How stress, poor nutrition and adverse sleep can worsen pain?
Believe it or not, pain is not a sensation. Pain is a protective response from the brain when it senses stimuli it interprets as dangerous. Think of pain as like an alarm. Under normal circumstances, we can open doors, play loud music and walk around our homes without an alarm being trigged. Now picture someone who has had their house burglarized. Odds are, their threshold for their alarming being triggered is much lower than someone who has never had their home broken into. Now, small changes such as the wind blowing into the home or a dog barking maybe enough to trigger this person’s alarm.
The same thing occurs with pain. Outside of “tissue damage,” factors such as sleep, emotional distress (anxiety, depression, etc.), poor nutrition, a long-term history of pain and more can decrease the threshold for when one’s “pain alarm” is triggered.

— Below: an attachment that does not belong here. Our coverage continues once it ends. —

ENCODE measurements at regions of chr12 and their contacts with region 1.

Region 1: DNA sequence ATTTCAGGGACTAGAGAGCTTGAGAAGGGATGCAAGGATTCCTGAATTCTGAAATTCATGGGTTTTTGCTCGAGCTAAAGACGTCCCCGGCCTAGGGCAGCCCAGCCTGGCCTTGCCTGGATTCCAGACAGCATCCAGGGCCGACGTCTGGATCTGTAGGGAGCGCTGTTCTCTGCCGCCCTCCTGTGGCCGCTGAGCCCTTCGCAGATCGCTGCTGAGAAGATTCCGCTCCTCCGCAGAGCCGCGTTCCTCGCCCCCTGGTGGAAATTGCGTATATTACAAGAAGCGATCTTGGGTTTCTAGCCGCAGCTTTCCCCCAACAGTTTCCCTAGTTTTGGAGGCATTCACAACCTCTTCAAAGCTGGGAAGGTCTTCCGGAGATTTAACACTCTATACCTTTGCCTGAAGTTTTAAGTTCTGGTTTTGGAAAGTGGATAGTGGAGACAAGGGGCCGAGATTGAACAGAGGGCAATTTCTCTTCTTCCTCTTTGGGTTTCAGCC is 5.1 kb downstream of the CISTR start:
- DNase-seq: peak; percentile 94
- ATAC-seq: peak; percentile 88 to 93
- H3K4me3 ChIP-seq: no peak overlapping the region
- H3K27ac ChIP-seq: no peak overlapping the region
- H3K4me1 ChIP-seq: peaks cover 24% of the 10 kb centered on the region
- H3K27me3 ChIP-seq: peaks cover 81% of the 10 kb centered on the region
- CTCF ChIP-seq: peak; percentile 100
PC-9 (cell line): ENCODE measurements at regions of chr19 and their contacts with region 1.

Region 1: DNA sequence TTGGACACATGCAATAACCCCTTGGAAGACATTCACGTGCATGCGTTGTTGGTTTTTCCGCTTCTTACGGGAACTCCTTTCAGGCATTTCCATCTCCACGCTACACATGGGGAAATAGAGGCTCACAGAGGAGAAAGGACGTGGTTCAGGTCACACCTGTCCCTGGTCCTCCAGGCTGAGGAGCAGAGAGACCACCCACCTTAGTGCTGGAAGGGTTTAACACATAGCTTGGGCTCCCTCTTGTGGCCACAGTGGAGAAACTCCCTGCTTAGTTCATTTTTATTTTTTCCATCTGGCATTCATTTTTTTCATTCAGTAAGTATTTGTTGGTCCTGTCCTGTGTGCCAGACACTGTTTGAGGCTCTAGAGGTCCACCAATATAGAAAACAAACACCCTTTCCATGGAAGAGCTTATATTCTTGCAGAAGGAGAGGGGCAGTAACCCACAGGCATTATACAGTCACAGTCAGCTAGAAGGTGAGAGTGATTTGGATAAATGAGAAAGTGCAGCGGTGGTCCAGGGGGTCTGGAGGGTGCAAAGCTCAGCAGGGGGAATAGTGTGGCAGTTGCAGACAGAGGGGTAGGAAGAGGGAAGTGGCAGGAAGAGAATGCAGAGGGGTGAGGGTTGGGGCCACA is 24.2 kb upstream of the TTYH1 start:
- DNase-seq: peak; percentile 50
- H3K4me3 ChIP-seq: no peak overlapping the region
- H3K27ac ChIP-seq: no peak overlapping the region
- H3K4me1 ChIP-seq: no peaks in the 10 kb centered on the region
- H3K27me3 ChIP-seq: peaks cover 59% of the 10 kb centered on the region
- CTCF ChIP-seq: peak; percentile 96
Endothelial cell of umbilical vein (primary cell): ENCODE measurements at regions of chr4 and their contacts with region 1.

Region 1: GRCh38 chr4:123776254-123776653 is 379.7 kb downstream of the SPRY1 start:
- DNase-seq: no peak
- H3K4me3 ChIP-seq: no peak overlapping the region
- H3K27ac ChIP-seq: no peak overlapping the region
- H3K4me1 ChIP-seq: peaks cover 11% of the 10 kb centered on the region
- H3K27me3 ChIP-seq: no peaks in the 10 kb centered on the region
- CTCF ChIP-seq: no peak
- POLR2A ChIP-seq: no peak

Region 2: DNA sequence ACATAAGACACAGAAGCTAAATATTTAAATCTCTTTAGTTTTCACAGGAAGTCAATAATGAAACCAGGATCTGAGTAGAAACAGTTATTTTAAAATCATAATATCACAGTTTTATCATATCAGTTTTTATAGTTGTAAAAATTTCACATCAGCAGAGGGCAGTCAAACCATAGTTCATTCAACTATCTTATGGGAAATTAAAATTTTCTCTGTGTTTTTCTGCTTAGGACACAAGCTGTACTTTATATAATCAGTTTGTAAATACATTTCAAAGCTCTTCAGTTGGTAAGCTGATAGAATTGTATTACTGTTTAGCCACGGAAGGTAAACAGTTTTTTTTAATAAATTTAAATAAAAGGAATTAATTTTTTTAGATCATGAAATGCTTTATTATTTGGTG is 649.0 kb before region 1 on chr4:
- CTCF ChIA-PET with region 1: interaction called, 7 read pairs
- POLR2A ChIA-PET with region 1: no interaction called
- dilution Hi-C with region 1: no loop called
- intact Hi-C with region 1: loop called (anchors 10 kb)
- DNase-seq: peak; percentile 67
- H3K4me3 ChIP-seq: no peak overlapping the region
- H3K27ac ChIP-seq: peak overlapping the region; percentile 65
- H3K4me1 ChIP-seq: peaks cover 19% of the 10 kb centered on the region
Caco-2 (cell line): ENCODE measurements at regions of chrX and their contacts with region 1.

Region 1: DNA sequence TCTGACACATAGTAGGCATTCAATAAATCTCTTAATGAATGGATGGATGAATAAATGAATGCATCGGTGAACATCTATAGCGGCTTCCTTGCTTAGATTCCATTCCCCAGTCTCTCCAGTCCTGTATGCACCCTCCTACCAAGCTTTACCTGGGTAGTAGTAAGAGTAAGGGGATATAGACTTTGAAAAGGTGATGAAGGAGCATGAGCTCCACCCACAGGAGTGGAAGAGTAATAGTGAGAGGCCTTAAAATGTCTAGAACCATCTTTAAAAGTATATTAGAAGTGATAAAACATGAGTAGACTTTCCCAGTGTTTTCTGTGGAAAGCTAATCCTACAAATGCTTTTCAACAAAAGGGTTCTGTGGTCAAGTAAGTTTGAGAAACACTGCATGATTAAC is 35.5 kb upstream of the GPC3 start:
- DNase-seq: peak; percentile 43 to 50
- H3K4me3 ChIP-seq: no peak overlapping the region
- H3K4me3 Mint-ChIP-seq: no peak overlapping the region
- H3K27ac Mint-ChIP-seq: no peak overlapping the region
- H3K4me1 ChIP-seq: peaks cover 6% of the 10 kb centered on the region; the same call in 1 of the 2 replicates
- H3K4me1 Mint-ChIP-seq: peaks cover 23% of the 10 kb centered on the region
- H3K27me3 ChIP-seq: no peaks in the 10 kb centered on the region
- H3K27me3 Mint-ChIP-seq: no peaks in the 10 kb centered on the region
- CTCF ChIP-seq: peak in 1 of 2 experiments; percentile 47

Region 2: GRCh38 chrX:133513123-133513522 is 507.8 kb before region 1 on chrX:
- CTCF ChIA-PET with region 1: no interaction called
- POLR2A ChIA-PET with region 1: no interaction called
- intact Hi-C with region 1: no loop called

In conclusion, pain is a response from the brain in response to stimuli perceived as threatening. Contextual factors such as patient experiences, expectations and overall well-being do influence pain.
- Louw, Adriaan et al. “A Clinical Perspective On A Pain Neuroscience Education Approach To Manual Therapy”. Journal Of Manual & Manipulative Therapy, vol 25, no. 3, 2017, pp. 160-168. Informa UK Limited, https://doi.org/10.1080/10669817.2017.1323699.
You’ve had an x-ray or MRI. Now what? Many doctors are reporting that MRIs and...
How can exercise help low back pain? There is strong evidence supporting the...
Who Benefits Most from Lumbar Strengthening Exercises? As mentioned in the...